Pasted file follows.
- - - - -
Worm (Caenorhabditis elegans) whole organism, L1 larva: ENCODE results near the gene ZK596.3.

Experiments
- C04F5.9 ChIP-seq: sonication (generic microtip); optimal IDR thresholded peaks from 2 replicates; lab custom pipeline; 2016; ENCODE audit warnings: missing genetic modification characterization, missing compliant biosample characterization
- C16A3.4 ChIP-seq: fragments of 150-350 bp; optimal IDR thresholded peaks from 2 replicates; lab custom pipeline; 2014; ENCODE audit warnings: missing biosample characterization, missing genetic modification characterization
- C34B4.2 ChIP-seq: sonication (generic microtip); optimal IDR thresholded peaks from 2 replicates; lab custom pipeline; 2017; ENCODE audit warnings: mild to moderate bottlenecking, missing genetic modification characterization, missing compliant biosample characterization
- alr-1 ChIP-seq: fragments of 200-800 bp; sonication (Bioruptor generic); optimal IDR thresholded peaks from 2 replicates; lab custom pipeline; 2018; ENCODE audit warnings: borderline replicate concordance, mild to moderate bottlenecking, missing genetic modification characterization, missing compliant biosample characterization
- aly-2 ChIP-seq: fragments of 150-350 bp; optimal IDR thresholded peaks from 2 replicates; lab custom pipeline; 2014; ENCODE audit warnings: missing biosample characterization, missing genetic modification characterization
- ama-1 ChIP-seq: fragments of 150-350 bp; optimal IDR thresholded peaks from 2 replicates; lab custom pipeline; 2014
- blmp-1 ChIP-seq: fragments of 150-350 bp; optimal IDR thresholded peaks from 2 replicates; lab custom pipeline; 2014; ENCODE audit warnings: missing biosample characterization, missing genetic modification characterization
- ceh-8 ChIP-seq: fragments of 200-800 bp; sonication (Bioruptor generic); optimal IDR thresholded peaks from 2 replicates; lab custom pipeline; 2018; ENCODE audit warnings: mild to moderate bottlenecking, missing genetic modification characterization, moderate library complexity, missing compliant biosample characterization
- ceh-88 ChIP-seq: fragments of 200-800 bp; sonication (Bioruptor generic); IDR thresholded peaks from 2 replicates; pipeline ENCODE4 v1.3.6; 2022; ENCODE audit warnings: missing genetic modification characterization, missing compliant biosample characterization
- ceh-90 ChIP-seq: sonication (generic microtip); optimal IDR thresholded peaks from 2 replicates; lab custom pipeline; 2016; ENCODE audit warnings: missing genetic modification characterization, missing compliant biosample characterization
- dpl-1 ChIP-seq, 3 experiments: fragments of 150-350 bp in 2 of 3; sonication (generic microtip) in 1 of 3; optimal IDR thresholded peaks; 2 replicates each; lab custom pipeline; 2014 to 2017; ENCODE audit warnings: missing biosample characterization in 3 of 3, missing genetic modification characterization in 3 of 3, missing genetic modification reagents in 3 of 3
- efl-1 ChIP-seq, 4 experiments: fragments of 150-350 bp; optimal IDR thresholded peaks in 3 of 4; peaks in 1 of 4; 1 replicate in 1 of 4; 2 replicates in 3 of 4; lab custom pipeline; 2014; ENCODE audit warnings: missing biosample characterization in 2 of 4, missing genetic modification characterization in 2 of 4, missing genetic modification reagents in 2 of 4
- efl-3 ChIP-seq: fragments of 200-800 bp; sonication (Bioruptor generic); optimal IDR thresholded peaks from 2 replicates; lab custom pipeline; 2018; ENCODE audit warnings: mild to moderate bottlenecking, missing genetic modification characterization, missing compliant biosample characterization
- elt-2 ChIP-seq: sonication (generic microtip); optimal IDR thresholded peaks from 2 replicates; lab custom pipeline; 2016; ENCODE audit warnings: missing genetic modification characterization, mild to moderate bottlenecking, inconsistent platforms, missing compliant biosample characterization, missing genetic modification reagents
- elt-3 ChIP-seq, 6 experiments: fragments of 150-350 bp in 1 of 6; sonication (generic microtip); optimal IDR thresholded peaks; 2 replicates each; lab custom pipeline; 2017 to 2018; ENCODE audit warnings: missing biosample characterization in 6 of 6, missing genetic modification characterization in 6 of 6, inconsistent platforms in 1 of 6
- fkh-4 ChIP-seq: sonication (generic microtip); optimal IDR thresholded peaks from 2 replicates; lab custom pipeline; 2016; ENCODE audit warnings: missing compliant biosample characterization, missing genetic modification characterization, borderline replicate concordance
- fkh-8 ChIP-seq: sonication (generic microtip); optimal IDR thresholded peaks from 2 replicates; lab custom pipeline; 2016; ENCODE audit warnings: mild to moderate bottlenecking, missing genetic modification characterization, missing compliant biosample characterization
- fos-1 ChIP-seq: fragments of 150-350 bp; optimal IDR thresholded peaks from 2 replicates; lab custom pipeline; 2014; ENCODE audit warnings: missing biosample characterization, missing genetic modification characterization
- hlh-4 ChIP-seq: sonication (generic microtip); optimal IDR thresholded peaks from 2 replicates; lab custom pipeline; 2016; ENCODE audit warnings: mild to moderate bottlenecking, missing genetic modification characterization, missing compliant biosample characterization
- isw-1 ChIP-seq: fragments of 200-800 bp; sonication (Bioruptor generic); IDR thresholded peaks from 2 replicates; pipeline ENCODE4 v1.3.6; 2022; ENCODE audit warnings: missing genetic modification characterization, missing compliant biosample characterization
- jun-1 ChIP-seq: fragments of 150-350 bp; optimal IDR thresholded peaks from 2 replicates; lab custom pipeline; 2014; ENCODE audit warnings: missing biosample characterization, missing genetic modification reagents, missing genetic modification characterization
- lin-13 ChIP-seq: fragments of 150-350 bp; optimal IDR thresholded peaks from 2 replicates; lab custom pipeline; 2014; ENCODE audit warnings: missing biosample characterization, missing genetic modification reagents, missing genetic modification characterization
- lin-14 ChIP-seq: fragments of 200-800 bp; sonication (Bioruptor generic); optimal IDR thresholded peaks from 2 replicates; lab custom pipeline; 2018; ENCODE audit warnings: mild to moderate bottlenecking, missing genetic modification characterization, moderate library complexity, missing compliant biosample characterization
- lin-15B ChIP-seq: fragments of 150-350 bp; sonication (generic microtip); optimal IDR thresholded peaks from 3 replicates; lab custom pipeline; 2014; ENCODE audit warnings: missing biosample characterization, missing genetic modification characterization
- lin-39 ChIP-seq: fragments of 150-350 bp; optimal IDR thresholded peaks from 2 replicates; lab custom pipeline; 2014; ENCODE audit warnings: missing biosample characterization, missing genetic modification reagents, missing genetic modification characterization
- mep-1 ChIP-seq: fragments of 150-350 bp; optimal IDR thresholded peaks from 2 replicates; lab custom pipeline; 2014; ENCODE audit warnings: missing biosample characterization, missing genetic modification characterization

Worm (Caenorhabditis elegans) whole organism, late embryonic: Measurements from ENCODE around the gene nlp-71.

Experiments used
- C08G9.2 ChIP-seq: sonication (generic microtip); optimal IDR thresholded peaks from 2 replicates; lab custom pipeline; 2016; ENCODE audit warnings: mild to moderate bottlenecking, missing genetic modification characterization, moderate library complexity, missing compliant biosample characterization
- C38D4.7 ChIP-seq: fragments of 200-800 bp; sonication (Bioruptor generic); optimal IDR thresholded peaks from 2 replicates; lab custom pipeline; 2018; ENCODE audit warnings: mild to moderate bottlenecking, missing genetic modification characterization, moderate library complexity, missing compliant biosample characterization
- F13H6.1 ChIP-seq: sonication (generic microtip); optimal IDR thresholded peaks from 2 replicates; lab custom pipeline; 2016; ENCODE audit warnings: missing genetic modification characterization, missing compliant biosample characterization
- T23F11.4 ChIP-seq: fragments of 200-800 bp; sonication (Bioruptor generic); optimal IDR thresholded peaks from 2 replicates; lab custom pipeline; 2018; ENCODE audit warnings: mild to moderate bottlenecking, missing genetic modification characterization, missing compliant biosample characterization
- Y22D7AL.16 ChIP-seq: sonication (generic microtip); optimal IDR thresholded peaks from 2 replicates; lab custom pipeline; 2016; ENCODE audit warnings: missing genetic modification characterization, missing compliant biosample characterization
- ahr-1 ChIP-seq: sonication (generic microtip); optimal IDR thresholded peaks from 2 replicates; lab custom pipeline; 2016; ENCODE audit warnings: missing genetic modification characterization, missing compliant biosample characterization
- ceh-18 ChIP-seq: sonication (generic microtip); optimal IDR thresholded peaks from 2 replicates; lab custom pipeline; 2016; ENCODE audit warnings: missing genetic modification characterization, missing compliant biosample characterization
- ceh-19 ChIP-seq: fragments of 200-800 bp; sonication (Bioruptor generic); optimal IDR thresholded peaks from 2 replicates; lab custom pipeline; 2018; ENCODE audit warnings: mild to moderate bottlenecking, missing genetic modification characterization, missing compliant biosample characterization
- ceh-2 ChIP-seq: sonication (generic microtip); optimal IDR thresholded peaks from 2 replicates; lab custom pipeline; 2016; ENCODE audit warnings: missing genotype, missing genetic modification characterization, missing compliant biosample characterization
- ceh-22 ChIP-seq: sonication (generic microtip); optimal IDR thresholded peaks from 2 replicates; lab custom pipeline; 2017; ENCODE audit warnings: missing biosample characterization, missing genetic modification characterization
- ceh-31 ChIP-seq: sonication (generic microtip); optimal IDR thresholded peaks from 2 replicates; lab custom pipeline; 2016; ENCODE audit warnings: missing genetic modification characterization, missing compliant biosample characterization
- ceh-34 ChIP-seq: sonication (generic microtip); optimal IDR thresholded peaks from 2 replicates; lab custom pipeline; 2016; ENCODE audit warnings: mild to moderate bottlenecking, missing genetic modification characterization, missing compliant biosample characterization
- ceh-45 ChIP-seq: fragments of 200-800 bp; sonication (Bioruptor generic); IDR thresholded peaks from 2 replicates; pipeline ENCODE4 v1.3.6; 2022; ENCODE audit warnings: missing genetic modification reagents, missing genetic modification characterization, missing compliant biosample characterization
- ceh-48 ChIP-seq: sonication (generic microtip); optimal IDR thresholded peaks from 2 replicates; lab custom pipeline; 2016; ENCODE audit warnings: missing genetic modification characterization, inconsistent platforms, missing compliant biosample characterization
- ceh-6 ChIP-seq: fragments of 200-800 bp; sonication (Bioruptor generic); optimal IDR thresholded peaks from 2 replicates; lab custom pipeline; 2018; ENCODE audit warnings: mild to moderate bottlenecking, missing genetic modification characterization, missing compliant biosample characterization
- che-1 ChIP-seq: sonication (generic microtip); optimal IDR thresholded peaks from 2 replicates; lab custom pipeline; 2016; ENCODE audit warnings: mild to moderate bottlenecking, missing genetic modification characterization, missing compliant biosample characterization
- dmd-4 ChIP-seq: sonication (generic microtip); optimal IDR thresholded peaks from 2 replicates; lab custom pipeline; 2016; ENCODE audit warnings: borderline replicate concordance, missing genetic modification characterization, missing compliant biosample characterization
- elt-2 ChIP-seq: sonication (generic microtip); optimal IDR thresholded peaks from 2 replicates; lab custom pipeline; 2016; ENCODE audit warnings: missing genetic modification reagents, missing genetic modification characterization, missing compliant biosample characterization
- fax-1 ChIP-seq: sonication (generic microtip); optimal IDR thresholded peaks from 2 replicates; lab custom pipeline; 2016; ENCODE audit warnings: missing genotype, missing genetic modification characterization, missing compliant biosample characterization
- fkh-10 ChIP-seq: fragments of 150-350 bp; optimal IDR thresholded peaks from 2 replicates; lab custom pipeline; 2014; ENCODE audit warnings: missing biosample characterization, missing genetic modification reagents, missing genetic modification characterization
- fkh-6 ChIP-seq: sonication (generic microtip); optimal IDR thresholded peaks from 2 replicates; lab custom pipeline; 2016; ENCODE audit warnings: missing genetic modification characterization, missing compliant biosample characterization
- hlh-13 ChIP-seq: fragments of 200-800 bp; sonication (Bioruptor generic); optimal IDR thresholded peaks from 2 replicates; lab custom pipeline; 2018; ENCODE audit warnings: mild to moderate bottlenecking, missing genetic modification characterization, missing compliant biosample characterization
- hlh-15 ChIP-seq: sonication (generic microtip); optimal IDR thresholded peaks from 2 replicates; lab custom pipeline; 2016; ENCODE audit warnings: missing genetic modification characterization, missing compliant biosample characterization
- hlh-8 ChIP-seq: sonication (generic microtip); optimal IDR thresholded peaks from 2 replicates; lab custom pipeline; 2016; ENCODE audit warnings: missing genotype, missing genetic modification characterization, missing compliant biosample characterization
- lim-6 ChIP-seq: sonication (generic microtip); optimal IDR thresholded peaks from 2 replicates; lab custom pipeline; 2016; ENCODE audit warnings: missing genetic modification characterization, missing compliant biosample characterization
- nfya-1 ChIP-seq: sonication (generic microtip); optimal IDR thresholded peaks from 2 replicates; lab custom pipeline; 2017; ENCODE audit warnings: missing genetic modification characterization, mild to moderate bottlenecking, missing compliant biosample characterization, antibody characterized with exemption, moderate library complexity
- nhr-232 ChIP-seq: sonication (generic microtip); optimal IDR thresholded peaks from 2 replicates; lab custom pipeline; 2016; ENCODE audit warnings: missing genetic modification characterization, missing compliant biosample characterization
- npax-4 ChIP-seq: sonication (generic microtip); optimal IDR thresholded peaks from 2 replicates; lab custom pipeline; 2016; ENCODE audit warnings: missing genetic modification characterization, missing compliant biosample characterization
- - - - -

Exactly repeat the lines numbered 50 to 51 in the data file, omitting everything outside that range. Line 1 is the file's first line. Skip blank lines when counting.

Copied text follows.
- fkh-10 ChIP-seq: fragments of 150-350 bp; optimal IDR thresholded peaks from 2 replicates; lab custom pipeline; 2014; ENCODE audit warnings: missing biosample characterization, missing genetic modification reagents, missing genetic modification characterization
- fkh-6 ChIP-seq: sonication (generic microtip); optimal IDR thresholded peaks from 2 replicates; lab custom pipeline; 2016; ENCODE audit warnings: missing genetic modification characterization, missing compliant biosample characterization